Rheumatoid Arthritis

Rheumatoid arthritis is a common form of persistent inflammatory arthritis that occurs in all ethnic groups throughout the world. It is a lifelong condition. At the onset of rheumatoid arthritis, white blood cells infiltrate the joints and erode the cartilage present between the joints. At later stages, fibrous and bony ankylosis (joint rigidity) occurs. Patients typically come to their physicians complaining of tenderness and pain in small joints; rarely, however, large joints may also be involved. Patients also exhibit some characteristic clinical signs, such as the “swan neck deformity” and “buttonhole deformity”. Other symptoms include fever, weight loss, fatigue, and muscle wasting.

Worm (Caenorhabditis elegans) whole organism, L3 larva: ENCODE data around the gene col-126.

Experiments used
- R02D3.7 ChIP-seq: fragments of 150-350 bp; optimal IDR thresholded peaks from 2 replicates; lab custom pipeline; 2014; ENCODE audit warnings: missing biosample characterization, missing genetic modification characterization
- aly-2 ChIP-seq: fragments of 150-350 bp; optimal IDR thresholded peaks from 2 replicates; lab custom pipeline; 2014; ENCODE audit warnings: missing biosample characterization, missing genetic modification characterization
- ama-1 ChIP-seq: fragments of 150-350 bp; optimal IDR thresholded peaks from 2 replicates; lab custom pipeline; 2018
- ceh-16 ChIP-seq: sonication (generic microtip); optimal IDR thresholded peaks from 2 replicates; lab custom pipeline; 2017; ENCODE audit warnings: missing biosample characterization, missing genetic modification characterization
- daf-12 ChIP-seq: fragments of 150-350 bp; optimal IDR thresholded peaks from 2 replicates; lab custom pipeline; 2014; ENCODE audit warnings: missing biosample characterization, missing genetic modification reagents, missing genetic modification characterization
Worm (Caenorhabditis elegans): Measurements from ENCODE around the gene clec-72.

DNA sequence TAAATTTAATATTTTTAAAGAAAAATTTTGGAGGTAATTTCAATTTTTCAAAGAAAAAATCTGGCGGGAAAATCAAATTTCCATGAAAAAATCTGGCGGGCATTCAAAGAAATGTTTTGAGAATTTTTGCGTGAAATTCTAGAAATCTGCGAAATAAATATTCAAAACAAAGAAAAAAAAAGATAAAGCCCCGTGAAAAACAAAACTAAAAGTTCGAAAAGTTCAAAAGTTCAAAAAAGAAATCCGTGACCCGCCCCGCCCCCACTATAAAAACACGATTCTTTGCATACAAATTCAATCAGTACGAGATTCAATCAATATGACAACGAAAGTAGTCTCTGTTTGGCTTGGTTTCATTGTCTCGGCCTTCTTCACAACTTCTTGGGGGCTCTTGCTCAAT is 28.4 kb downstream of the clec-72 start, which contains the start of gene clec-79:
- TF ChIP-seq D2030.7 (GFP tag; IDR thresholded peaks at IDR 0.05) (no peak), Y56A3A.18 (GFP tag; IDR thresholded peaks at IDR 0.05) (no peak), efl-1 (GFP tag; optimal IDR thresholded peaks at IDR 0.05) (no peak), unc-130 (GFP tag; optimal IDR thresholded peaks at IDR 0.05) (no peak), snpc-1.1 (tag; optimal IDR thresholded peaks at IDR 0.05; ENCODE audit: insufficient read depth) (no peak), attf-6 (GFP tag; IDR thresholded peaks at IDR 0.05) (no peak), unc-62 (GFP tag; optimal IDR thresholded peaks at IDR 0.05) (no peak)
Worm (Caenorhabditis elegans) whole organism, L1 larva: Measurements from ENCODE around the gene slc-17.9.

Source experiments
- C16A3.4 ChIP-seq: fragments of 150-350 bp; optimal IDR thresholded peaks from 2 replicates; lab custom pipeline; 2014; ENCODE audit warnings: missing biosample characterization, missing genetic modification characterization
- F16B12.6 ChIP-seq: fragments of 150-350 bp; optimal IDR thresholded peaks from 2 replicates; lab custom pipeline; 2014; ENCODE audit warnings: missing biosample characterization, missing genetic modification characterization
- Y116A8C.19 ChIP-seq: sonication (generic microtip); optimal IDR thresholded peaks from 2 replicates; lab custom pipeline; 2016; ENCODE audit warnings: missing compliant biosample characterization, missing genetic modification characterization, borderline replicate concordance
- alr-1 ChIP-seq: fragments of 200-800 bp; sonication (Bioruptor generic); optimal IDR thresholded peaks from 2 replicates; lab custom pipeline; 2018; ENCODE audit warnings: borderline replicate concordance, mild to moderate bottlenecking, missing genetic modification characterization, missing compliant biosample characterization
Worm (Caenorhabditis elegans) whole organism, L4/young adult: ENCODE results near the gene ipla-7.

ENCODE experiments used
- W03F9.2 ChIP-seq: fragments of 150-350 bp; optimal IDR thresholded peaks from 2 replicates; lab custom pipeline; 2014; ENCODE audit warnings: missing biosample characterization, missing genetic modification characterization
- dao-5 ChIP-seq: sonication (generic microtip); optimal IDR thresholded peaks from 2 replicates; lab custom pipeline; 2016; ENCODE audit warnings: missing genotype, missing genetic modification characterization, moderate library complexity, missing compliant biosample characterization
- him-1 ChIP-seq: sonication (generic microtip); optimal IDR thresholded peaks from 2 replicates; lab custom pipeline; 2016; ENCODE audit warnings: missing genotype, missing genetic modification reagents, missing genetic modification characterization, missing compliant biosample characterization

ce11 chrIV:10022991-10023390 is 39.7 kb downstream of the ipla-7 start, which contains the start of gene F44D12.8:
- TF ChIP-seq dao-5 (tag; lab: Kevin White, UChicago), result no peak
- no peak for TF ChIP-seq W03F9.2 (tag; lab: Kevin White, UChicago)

Rheumatoid Arthritis is typically managed with drugs called DMARDs (Disease-Modifying Antirheumatic Drugs) that intend to reduce pain and inflammation and preserve joint function. These include methotrexate, sulfasalazine, hydroxychloroquine, and others. Corticosteroids are usually given to speed up remission and the dose is tapered off once the condition improves.


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